“That is something that [managing director] Jonny Petrie has to deal with. These questions are not for me,” was his response.
Less than 24 hours later the answer was known as, yesterday morning, Edinburgh announced that the 65-year-old South African would indeed be extending his contract by a year to June 2017. It clarifies the head coaching situation earlier than last season when it was only confirmed in mid-May that he would stay on for this season.
Attention will now turn to the remarkable state of affairs which sees 32 of the Edinburgh squad out of contract at the end of the season.
Solomons was asked about that, too, on Thursday but said it was also a matter for Petrie. As 2015 draws to a close, Edinburgh evidently face some hard work both on and off the pitch going into the new year. With players such as their potent international front row WP Nel, Ross Ford and Al Dickinson, as well as other Scotland stars like lock Grant Gilchrist and scrum-half Sam Hidalgo-Clyne all on the list of 32, securing as many of those as are willing to stay and can be afforded, will be a priority.
On the field, Solomons has presided over a steady improvement at BT Murrayfield after inheriting a difficult task in 2013 when Edinburgh were in a bit of disarray.
Following some high-profile departures, Solomons arrived just as the season was about to start and was unable to oversee pre-season and recruitment.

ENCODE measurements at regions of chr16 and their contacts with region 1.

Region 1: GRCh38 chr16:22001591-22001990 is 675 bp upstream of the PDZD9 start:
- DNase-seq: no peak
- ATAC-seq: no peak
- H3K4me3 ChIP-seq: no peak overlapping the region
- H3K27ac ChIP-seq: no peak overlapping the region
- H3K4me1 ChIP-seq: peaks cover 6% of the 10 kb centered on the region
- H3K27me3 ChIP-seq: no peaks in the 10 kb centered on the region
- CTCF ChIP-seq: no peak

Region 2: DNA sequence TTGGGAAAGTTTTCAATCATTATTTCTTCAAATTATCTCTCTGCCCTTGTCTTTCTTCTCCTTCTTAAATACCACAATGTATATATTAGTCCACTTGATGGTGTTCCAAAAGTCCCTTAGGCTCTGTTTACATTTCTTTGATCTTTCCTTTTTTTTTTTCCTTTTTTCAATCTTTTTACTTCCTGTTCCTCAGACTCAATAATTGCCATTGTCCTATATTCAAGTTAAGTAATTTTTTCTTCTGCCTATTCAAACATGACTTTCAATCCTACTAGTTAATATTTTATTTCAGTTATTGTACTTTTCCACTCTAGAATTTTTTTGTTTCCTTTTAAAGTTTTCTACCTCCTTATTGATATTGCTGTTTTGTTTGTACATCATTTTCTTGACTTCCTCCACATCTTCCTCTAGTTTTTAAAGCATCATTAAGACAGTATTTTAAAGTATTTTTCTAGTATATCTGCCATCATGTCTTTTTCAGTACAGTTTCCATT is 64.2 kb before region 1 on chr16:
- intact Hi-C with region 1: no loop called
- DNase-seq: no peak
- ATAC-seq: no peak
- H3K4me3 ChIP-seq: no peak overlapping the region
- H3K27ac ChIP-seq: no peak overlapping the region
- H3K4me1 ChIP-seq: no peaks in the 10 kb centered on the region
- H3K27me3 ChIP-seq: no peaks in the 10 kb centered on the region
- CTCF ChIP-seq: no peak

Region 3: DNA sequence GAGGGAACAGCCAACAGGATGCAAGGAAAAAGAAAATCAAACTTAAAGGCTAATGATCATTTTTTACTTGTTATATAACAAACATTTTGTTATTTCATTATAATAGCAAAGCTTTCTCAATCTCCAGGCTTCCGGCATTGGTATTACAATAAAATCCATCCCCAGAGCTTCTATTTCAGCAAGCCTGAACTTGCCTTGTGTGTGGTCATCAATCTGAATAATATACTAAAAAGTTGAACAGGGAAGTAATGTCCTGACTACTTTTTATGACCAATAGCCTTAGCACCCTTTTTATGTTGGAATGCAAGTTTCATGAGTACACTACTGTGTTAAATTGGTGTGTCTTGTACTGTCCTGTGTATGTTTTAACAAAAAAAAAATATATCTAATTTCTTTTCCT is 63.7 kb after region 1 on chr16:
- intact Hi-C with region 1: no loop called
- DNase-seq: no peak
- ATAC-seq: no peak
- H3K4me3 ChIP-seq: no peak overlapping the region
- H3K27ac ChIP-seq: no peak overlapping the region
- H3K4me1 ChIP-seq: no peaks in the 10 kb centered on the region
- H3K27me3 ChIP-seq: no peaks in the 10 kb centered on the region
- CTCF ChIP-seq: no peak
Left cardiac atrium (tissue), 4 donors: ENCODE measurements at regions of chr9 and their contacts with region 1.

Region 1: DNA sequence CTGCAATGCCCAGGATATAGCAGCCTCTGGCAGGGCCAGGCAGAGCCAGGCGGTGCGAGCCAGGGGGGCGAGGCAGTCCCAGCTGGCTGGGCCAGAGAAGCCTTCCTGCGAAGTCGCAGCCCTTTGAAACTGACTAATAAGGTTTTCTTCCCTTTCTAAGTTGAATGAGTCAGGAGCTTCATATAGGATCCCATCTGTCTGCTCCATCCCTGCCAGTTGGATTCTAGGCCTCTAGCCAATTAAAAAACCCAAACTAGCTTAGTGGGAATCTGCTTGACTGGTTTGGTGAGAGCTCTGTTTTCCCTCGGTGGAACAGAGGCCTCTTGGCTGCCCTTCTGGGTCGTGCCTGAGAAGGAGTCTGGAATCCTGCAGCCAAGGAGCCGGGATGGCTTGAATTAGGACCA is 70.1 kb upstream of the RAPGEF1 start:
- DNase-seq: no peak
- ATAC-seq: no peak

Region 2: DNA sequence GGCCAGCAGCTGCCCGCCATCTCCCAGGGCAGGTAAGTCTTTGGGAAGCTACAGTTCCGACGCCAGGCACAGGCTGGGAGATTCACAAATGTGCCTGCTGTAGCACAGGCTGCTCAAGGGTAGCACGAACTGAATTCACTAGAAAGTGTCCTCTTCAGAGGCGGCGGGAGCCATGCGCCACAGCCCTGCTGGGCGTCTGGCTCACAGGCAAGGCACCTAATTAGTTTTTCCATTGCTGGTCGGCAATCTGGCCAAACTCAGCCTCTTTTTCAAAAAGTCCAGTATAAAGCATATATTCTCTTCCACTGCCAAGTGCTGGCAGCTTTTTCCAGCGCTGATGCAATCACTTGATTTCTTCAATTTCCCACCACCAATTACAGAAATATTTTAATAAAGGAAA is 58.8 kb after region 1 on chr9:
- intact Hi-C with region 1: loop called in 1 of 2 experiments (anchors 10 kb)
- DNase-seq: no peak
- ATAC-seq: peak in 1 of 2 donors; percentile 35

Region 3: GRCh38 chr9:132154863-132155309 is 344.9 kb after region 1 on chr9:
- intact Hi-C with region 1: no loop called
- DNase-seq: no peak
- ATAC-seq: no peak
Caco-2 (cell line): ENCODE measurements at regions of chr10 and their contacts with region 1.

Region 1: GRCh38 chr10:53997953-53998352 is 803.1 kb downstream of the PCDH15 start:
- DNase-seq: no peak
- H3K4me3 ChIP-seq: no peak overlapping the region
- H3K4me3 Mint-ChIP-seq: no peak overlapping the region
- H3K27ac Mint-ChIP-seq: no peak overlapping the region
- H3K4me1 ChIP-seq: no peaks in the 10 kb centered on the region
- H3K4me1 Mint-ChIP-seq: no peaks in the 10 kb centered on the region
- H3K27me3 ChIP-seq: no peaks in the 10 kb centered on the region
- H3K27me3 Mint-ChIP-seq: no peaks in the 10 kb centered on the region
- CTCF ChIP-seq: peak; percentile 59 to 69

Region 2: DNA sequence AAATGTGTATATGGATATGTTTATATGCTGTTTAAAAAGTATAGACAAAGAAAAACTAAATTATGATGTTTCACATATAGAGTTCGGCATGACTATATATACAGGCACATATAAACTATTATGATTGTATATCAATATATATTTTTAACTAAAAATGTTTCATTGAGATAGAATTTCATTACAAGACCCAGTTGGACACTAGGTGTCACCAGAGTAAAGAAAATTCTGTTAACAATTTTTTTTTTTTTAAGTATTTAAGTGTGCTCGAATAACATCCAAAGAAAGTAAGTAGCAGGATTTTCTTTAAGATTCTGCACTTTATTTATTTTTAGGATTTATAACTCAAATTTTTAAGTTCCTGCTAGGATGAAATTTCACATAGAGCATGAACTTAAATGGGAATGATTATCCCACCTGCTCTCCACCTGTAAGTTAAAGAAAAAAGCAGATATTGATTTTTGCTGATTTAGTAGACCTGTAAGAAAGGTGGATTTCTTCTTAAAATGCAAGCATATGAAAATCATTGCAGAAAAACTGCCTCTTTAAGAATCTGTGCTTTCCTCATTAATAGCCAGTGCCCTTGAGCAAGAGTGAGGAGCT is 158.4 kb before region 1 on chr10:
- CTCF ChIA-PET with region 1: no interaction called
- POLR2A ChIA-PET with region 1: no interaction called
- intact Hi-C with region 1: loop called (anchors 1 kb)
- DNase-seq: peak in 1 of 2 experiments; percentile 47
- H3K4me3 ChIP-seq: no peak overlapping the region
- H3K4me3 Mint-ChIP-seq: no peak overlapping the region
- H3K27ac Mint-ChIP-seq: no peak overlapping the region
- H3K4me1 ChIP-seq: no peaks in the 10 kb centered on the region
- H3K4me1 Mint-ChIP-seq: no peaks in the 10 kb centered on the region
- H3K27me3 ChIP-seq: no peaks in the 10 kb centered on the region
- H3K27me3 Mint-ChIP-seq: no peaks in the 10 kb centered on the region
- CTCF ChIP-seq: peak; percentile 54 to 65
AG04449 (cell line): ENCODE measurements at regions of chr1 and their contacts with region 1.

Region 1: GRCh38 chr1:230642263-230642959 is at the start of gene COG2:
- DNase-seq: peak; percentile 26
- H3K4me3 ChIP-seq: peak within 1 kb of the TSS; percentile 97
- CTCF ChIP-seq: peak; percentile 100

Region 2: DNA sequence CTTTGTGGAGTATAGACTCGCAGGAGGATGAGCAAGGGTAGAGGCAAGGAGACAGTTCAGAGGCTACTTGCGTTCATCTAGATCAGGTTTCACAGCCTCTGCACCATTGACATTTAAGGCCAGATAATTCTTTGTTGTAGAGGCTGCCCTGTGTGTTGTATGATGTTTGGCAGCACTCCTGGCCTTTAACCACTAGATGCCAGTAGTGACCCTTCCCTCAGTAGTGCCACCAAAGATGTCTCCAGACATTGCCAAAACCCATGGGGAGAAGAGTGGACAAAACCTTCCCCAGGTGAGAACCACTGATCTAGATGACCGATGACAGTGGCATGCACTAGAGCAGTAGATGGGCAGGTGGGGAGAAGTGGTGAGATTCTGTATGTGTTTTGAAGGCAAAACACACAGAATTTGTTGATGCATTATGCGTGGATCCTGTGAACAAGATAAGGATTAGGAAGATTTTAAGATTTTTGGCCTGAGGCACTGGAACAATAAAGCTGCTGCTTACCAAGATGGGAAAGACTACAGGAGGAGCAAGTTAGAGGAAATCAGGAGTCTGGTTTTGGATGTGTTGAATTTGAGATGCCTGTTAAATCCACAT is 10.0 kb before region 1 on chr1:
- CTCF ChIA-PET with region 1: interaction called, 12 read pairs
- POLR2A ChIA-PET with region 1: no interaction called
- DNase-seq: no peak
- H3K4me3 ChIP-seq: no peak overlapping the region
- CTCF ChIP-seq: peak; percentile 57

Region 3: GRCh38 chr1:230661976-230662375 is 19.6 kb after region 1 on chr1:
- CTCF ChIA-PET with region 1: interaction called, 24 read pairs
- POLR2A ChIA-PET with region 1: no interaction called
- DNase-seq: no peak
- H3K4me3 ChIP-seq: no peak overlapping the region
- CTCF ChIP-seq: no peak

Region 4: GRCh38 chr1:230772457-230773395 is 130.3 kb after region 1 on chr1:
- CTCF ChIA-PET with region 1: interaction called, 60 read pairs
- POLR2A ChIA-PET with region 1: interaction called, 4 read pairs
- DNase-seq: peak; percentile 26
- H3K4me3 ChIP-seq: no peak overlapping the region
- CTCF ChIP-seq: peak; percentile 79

The ship was steadied and, in his second season, there was a marked step forward as Edinburgh surprisingly took the 1872 Cup from Glasgow and made history by becoming the first Scottish club to reach a European final when they reached the Challenge Cup showpiece in May, losing 19-13 to Gloucester.
This season Solomons and his players have been up front about the fact that a top-six finish in the Guinness Pro12 and promotion to the elite European Champions Cup is an absolute priority. It makes gauging Solomons’ success or failure pretty clear.
After back-to-back eighth placings, another failure to finish outside the top half of the league would, by his own admission, be unacceptable.
After an initial bolstering surge of southern hemisphere imports, Solomons’ Edinburgh is steadily developing a more local flavour as a stream of homegrown talent starts to break through and he is confident that his project is on track. He said this week: “The vision I have is to build our club through our young talent – local and Scottish qualified players. You saw last year with Ben Toolis, Hamish Watson, Sammy Hidalgo-Clyne and Rory Sutherland coming through. This year we have seen Chris Dean, Damien Hoyland and Jamie Ritchie. Magnus Bradbury is on the sevens squad and I look at the academy guys and I am positive about it. Also, Blair Kinghorn has done outstandingly well for someone who was at school last year.
“We are on the right track at Edinburgh. We are building something good, making good progress and we want to continue that. I am positive and confident that will occur.”